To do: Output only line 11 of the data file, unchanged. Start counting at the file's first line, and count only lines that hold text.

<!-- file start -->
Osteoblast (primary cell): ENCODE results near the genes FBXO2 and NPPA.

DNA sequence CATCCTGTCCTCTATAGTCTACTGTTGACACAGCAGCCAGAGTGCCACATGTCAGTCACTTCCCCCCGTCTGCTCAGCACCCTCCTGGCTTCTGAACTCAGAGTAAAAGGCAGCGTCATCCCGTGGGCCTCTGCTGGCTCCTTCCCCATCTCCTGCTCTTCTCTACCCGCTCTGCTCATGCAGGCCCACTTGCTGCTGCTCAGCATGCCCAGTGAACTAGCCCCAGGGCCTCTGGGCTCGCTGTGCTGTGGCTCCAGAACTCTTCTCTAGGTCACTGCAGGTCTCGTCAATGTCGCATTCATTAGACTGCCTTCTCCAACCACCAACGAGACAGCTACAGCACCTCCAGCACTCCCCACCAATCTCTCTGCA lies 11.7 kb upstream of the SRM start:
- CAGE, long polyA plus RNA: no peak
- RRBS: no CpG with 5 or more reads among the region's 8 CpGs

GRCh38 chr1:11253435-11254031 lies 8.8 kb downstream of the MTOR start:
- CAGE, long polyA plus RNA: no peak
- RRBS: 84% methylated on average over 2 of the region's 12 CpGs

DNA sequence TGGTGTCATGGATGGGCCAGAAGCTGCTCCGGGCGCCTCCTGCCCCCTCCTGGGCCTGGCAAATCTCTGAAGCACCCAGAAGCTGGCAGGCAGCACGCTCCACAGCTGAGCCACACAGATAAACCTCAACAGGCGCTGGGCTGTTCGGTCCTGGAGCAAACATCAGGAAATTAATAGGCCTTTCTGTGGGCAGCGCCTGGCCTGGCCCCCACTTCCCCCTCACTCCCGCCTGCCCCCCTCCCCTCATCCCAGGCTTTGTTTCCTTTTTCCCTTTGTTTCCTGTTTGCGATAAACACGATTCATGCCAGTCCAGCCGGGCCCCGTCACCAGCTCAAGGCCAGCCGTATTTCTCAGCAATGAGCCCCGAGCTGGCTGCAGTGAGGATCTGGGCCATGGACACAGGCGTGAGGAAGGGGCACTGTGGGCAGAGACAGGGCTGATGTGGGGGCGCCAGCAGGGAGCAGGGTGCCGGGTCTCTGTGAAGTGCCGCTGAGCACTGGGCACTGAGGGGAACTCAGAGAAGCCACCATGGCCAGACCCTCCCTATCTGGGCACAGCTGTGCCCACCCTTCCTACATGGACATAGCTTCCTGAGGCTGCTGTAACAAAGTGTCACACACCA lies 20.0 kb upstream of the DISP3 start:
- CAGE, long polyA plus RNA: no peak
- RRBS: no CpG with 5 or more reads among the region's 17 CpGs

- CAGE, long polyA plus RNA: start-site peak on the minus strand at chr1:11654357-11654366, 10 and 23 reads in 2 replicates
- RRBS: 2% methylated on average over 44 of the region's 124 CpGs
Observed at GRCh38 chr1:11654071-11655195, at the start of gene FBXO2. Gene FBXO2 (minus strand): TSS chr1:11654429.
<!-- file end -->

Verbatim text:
- CAGE, long polyA plus RNA: start-site peak on the minus strand at chr1:11654357-11654366, 10 and 23 reads in 2 replicates